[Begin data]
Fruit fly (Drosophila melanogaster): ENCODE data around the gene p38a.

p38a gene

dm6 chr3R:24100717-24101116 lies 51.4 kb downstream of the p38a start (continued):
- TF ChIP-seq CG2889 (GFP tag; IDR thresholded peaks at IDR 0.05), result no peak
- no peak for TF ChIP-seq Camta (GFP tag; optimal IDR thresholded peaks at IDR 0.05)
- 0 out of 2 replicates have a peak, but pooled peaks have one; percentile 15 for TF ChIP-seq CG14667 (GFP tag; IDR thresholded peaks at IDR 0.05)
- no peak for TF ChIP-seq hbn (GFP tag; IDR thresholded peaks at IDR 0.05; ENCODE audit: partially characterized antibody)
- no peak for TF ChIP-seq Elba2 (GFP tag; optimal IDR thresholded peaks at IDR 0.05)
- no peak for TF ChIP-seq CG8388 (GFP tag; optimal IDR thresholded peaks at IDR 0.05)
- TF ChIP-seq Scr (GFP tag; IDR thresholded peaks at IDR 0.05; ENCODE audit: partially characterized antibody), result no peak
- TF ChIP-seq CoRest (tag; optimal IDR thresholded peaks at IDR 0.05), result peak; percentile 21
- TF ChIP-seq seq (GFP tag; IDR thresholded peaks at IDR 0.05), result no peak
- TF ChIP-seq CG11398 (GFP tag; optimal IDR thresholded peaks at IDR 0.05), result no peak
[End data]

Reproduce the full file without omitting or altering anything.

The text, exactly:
Fruit fly (Drosophila melanogaster): ENCODE data around the gene p38a.

p38a gene

dm6 chr3R:24100717-24101116 lies 51.4 kb downstream of the p38a start (continued):
- TF ChIP-seq CG2889 (GFP tag; IDR thresholded peaks at IDR 0.05), result no peak
- no peak for TF ChIP-seq Camta (GFP tag; optimal IDR thresholded peaks at IDR 0.05)
- 0 out of 2 replicates have a peak, but pooled peaks have one; percentile 15 for TF ChIP-seq CG14667 (GFP tag; IDR thresholded peaks at IDR 0.05)
- no peak for TF ChIP-seq hbn (GFP tag; IDR thresholded peaks at IDR 0.05; ENCODE audit: partially characterized antibody)
- no peak for TF ChIP-seq Elba2 (GFP tag; optimal IDR thresholded peaks at IDR 0.05)
- no peak for TF ChIP-seq CG8388 (GFP tag; optimal IDR thresholded peaks at IDR 0.05)
- TF ChIP-seq Scr (GFP tag; IDR thresholded peaks at IDR 0.05; ENCODE audit: partially characterized antibody), result no peak
- TF ChIP-seq CoRest (tag; optimal IDR thresholded peaks at IDR 0.05), result peak; percentile 21
- TF ChIP-seq seq (GFP tag; IDR thresholded peaks at IDR 0.05), result no peak
- TF ChIP-seq CG11398 (GFP tag; optimal IDR thresholded peaks at IDR 0.05), result no peak